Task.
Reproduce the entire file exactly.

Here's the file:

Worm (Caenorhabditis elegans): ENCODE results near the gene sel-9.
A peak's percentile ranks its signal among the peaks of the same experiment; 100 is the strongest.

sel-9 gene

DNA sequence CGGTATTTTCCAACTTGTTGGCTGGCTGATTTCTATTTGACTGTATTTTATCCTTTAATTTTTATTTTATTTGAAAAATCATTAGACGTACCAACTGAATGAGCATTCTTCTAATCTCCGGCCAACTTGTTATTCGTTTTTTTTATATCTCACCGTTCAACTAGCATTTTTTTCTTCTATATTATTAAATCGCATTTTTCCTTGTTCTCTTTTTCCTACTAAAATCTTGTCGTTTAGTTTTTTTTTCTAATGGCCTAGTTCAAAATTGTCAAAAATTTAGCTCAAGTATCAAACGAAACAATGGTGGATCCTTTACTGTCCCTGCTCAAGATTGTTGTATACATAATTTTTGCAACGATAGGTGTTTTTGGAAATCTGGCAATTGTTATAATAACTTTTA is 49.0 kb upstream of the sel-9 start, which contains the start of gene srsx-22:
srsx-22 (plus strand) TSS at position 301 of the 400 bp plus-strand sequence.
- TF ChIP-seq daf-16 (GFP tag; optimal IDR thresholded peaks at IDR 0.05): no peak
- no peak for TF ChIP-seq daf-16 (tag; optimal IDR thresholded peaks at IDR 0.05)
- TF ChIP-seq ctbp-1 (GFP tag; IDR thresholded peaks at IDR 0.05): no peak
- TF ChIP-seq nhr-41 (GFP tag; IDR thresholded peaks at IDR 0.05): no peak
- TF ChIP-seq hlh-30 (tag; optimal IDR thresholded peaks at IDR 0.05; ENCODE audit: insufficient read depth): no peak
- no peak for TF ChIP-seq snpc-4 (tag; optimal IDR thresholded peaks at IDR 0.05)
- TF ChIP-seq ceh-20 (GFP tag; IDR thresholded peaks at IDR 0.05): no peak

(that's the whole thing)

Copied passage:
Worm (Caenorhabditis elegans): ENCODE results near the gene sel-9.
A peak's percentile ranks its signal among the peaks of the same experiment; 100 is the strongest.

sel-9 gene

DNA sequence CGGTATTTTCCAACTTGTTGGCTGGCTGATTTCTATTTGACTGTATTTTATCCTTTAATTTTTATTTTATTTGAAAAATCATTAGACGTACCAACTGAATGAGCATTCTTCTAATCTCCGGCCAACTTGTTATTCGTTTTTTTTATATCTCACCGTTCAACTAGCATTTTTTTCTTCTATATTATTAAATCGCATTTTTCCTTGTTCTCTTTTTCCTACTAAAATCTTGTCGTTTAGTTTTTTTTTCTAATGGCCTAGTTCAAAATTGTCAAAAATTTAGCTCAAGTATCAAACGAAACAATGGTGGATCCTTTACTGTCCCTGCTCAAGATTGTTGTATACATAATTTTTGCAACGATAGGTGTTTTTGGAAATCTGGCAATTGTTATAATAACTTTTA is 49.0 kb upstream of the sel-9 start, which contains the start of gene srsx-22:
srsx-22 (plus strand) TSS at position 301 of the 400 bp plus-strand sequence.
- TF ChIP-seq daf-16 (GFP tag; optimal IDR thresholded peaks at IDR 0.05): no peak
- no peak for TF ChIP-seq daf-16 (tag; optimal IDR thresholded peaks at IDR 0.05)
- TF ChIP-seq ctbp-1 (GFP tag; IDR thresholded peaks at IDR 0.05): no peak
- TF ChIP-seq nhr-41 (GFP tag; IDR thresholded peaks at IDR 0.05): no peak
- TF ChIP-seq hlh-30 (tag; optimal IDR thresholded peaks at IDR 0.05; ENCODE audit: insufficient read depth): no peak
- no peak for TF ChIP-seq snpc-4 (tag; optimal IDR thresholded peaks at IDR 0.05)
- TF ChIP-seq ceh-20 (GFP tag; IDR thresholded peaks at IDR 0.05): no peak